Ms. Unger’s art is amazing in how she handles the special community of the three schoolmates who were attacked so long ago. Chapters begin with the voice or thought stream of one of the three. Readers cannot always be sure which one it is until the scene’s momentum develops. Each seems to need a psychic rendezvous with the others. . . .

To read the entire review, as it appears in the February 12, 2020 Fort Myers Florida Weekly and the February 13 Naples, Bonita Springs, Palm Beach, Charlotte County, and Venice editions, click here:  The Stranger Inside

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A must-read techno-thriller as fear-filled as the news

Review by Phil Jason

Assassin’s Revenge, by Ward Larsen. Forge Books. 392 pages. Hardcover $29.99.

All techno thriller fans will delight in this 6th installment in the David Slaton series.

David Slaton, a former Mossad agent specializing in assassinations and now a person who is happy to be thought of as deceased, has been admiring the piloting by Dan Rhea. Slaton admires the intricacies of the F/A – 18F Super Hornet, but why are they flying over North Korea? And to what end? Reader, time will tell. But in the short run, meet some North Korean government power brokers who may or may not have the confidence of their supreme leader, Chairman Kwon, who is chasing after a technological threat way beyond his mobile ballistic missiles fitted with nuclear warheads.

Suddenly, the scene shifts back in time to Gibraltar. Slaton has returned to the dock where he had left his wife and son on their sailboat, but they are missing. In order to have any chance of bringing them to safety, Slaton must assassinate a scientist he briefly knew in his Mossad days, a man who is now working at the International Atomic Energy Agency. When they meet up, however, the focus is on the horror of HEU – highly enriched uranium – getting into the wrong hands.

Ward Larsen

Where is their sailboat, the Sirius? How would his wife Christine be reacting to the high-threat situation that includes the safety of their small son Davy? Slaton’s path must now take him to Vienna, the home of the IAEA.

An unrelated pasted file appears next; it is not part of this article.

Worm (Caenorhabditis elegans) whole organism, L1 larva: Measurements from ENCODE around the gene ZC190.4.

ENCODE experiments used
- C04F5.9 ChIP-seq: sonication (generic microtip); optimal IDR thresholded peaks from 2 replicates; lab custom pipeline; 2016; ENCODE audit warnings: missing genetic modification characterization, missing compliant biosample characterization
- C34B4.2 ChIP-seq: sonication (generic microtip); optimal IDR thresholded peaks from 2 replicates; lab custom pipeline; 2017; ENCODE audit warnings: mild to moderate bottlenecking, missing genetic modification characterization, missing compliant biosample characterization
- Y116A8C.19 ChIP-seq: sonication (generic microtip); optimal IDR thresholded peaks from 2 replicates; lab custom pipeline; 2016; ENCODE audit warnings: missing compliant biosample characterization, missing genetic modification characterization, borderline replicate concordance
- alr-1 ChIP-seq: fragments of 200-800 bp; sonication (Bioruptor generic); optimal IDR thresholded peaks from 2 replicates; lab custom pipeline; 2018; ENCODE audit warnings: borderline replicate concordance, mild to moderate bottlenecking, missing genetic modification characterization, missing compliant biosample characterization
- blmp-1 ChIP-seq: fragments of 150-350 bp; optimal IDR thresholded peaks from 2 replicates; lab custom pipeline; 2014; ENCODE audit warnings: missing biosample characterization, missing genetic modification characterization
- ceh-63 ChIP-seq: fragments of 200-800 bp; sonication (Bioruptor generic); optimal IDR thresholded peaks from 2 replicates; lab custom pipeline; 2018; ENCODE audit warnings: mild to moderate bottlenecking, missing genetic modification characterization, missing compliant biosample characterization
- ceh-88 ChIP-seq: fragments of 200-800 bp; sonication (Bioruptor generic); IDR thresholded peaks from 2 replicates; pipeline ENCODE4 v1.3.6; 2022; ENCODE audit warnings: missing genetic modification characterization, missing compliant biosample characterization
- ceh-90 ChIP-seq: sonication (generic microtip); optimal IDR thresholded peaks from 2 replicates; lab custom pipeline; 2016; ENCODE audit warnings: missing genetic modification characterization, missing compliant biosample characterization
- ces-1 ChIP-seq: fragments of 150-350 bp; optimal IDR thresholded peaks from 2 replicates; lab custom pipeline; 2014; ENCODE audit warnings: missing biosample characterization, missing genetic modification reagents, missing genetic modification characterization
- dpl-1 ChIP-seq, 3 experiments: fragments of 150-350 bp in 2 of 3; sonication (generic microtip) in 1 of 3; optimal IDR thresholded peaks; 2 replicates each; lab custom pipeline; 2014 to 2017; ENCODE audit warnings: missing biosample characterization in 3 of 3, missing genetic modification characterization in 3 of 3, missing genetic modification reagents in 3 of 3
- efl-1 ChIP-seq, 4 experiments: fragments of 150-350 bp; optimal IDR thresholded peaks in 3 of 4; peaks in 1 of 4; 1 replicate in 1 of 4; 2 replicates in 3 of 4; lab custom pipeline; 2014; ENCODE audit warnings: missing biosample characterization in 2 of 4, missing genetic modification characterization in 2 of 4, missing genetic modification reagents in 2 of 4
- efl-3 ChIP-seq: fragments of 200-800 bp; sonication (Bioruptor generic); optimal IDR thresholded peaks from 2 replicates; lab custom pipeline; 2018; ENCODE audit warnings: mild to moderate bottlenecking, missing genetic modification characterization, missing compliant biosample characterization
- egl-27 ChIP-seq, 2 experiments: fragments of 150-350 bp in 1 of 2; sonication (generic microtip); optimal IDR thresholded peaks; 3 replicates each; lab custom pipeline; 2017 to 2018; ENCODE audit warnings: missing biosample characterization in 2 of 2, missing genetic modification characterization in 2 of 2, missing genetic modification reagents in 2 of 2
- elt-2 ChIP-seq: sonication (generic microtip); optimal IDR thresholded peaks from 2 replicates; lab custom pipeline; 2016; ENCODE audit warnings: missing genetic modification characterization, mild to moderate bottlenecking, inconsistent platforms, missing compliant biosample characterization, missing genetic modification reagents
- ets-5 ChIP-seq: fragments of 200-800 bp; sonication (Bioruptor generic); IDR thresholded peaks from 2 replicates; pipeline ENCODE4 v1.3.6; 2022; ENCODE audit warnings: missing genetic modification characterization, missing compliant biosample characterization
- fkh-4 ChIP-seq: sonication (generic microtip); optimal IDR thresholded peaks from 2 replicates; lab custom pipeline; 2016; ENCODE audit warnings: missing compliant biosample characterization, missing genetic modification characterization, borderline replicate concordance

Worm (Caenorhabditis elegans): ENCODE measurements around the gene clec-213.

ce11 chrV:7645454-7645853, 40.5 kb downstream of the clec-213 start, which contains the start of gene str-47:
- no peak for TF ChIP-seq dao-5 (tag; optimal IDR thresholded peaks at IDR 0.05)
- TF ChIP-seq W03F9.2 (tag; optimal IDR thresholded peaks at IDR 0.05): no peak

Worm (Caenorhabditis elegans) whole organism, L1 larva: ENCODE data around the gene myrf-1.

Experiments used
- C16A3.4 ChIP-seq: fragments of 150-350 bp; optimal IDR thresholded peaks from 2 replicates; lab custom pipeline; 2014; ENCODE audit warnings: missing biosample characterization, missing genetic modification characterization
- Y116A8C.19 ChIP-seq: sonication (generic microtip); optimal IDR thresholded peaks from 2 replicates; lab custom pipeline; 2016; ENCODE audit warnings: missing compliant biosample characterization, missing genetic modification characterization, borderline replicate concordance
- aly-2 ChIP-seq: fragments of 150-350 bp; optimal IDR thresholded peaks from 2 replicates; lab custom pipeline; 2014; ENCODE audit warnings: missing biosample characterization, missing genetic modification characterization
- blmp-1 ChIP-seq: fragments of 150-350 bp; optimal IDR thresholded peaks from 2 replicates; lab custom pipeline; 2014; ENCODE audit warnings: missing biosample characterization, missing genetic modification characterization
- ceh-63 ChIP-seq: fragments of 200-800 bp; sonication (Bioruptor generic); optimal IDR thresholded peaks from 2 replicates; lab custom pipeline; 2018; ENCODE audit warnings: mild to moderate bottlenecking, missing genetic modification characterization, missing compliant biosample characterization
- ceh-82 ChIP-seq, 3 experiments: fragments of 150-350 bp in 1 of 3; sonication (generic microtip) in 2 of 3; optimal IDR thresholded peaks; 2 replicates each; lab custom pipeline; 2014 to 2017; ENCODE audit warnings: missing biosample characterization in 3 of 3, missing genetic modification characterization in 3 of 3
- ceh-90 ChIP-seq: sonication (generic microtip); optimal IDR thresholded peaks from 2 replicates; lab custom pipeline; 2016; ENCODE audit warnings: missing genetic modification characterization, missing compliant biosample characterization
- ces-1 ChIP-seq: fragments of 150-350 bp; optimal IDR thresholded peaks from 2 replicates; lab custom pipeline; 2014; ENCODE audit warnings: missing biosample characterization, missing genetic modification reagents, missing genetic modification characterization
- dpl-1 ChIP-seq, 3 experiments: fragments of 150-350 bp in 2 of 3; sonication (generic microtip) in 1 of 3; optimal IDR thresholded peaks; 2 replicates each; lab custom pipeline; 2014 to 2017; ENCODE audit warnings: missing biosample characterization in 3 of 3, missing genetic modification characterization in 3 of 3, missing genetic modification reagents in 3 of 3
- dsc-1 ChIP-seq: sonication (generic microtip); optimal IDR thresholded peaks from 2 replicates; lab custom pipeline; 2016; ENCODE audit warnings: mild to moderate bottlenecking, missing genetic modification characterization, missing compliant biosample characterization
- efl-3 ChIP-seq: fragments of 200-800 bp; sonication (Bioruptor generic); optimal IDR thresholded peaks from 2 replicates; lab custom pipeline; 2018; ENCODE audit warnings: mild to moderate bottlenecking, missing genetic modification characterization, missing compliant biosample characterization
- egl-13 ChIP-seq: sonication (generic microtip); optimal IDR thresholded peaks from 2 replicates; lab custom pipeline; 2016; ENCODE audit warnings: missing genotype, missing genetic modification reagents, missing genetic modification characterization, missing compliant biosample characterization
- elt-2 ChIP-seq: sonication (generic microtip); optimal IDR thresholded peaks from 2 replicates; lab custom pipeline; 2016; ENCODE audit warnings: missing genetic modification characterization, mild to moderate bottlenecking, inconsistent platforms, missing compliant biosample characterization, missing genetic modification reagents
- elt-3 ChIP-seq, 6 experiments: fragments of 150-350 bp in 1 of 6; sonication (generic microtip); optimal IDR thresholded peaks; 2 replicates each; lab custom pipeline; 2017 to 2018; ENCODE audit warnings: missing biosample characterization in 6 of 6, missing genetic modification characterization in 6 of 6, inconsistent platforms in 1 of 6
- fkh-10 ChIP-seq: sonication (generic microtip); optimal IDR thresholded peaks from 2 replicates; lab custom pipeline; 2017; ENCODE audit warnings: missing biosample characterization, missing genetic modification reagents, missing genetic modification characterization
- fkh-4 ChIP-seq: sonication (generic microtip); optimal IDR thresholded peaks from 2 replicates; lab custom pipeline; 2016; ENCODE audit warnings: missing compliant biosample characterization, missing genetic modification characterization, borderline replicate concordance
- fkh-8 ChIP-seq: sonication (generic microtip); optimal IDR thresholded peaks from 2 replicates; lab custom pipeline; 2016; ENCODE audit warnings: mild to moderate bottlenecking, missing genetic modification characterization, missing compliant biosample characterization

While Slaton explores the situation in Vienna, Mr. Larsen has readers explore the world of Kasim Boutrous, an Iraqi commanding a very special mission. Boutrous heads a small band of suicidal ISIS operatives dedicated to enhancing the reputation and influence of the subdued caliphate. They are planning a tremendous blow to the United States with a scheme that will make 9/11 look like the work of novices. His destination is North Korea. . . .

To read the entire review, as it appears in the January 22, 2020 Fort Myers Florida Weekly,the January 23 Palm Beach, Venice, and Bonita Springs editions, and the January 30 Naples edition, click here: Assassin’s Revenge

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Abduction, murder, and the bear parts trade spark exposé of television news business.

by Phil Jason

Fatal Ambition, by Don Farmer with Chris Curle. Publisher Page / Headline Books. 315 pages. Trade Paperback $19.95.

This is a novel in which most of the characters have few, if any, redeeming qualities. It has on display the cutthroat competition in the news business; the shallowness of the hangers-on who have no real reason to expect honest success, the extremes to which dishonesty can go, and the vulnerability of women whose low self-esteem makes them easy prey. Well, there are some women waiting to take revenge.

What’s to like? The sense of insider authenticity; the ever-tightening, hypnotic suspense; and the dark humor that keeps readers laughing at screwball situations and characters.

Set in major metropolis Atlanta and boutique, upscale Naples, Florida, the plot keeps the major characters running back and forth while also touching bases through endless communication. Some are trying to pull off a big scam, and others are trying to expose it. Do you think that “tree-hugger,” the disparaging term for naive environmentalists, has had its day? Maybe so, but what about fake tree-huggers – people who raise money ostensibly to protect a threatened species or otherwise cleanse and improve the environment? What if the money just lines the pockets of corrupt, smiling event-planners for whom taking bows at a televised campaign is a way of life?

Nikki Zachos is an attention-grabbing television anchorwoman whose ambition is to be number one in her market. She seems to have a weakness for clothing made from the skins and furs of slain animals.

An enterprising but suspect do-gooder decides to exploit Nikki’s celebrity by kidnapping her and making her the arch-enemy of animal rights activists. The ransom for Nikki might help the cause, or it might just get certain reporters and station managers great airtime to boost their ratings and salaries. Also, the money that comes in might help Rudy Decker cover his addiction to booze and gambling.

Or will his money come from feeding the black marketplace for black bear body parts, a lucrative commodity?

To enjoy the full article/review as it appears titled “News That’s Fit to Fake” in the January-February issue of Ft.MyersMagazine along with bio,  interview, and images. click on the following link: Fatal Ambition 

https://www.ftmyersmagazine.com/FtM-edit.FatalAmbition.html

You might also enjoy this review of their earlier novel. To see Headlines, Deadlines, and Death, click here: Headlines